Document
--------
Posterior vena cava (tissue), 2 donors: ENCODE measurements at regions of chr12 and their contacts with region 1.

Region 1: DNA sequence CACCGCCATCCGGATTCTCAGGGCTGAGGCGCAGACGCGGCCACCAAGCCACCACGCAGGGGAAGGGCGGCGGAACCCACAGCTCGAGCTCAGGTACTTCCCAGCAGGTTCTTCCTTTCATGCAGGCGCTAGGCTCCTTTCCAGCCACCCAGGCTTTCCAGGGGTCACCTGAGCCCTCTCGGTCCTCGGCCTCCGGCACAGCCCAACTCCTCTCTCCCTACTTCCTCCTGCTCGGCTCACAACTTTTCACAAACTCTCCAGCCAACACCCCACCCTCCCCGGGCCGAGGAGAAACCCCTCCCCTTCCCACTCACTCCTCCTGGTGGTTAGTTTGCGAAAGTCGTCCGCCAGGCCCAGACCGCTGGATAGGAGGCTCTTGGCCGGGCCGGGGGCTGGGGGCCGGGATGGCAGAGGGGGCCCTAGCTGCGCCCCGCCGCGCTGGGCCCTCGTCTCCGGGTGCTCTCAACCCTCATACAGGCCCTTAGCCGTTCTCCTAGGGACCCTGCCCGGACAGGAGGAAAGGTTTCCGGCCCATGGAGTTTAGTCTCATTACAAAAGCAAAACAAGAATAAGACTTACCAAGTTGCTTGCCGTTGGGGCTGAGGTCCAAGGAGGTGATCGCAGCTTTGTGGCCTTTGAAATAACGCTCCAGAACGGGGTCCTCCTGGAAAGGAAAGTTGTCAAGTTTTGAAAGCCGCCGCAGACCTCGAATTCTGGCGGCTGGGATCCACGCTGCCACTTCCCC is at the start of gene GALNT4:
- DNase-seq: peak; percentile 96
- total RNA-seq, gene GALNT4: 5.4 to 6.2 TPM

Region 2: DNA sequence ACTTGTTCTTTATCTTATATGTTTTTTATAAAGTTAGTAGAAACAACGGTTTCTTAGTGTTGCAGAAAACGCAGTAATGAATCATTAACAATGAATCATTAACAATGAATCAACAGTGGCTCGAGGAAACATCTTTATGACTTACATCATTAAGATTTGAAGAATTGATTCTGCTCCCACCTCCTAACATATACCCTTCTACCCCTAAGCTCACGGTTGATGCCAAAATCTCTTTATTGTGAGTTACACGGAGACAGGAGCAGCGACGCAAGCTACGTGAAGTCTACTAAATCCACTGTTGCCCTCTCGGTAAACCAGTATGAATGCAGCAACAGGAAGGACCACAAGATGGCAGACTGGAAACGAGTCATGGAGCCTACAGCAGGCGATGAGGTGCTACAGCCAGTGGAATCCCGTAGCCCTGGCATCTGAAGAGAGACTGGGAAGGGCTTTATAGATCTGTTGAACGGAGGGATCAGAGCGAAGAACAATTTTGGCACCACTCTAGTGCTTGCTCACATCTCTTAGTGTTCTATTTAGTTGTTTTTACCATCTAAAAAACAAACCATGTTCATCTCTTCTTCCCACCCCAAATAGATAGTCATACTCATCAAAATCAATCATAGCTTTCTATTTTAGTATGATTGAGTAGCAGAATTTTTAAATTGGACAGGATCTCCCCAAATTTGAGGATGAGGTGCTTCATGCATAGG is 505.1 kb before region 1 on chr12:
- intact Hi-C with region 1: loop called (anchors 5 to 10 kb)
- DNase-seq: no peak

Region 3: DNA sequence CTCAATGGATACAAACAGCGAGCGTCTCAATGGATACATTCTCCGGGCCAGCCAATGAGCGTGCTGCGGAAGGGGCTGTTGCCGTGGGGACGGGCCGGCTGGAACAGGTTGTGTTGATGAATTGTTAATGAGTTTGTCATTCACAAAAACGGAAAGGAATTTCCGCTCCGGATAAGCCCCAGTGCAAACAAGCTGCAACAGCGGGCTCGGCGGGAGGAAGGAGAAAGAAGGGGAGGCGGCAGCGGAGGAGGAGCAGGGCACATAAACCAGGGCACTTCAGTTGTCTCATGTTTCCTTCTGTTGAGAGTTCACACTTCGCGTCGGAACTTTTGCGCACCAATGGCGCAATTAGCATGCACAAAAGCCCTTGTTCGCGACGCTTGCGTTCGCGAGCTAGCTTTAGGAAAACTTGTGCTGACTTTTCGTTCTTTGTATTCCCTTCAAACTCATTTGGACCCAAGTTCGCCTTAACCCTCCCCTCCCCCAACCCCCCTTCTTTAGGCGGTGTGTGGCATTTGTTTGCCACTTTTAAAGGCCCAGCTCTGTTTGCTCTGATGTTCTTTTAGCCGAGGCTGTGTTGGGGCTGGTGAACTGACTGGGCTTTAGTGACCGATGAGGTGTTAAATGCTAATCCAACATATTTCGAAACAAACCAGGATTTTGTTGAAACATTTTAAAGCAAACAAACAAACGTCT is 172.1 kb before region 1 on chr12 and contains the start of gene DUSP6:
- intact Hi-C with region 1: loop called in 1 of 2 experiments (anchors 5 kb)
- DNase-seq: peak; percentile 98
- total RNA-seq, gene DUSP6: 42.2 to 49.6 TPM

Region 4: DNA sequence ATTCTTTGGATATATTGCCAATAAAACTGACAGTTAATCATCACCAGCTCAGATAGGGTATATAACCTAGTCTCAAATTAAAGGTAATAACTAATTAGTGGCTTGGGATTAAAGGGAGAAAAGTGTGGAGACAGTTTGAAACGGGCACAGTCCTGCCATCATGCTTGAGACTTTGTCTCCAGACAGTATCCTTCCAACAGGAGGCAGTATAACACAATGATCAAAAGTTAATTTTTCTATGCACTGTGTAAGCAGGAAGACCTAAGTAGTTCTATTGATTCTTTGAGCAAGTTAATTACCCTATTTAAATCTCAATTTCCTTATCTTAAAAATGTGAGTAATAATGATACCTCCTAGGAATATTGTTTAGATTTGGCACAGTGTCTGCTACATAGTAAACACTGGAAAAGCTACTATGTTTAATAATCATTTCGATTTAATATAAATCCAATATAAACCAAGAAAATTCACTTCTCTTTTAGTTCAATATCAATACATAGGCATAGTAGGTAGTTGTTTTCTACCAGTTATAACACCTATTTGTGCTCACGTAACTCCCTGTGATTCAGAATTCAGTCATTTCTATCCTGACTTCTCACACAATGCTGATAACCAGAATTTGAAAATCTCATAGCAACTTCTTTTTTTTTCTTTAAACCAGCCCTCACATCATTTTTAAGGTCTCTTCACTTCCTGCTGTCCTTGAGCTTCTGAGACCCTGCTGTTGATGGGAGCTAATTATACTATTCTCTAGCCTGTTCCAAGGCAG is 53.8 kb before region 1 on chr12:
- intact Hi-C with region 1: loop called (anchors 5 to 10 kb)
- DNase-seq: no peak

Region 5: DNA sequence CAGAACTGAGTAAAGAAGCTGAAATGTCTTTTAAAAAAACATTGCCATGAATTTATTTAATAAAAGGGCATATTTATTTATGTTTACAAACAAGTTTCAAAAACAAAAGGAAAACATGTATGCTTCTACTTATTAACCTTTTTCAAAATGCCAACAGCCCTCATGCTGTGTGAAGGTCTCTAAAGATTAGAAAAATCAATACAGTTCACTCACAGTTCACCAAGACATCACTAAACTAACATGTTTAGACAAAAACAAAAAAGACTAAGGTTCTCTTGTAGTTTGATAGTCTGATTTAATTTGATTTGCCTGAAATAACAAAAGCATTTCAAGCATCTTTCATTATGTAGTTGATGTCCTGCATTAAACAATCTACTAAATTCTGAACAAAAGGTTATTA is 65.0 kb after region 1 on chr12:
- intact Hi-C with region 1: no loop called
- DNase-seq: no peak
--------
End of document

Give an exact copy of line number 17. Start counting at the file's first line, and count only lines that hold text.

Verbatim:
- DNase-seq: no peak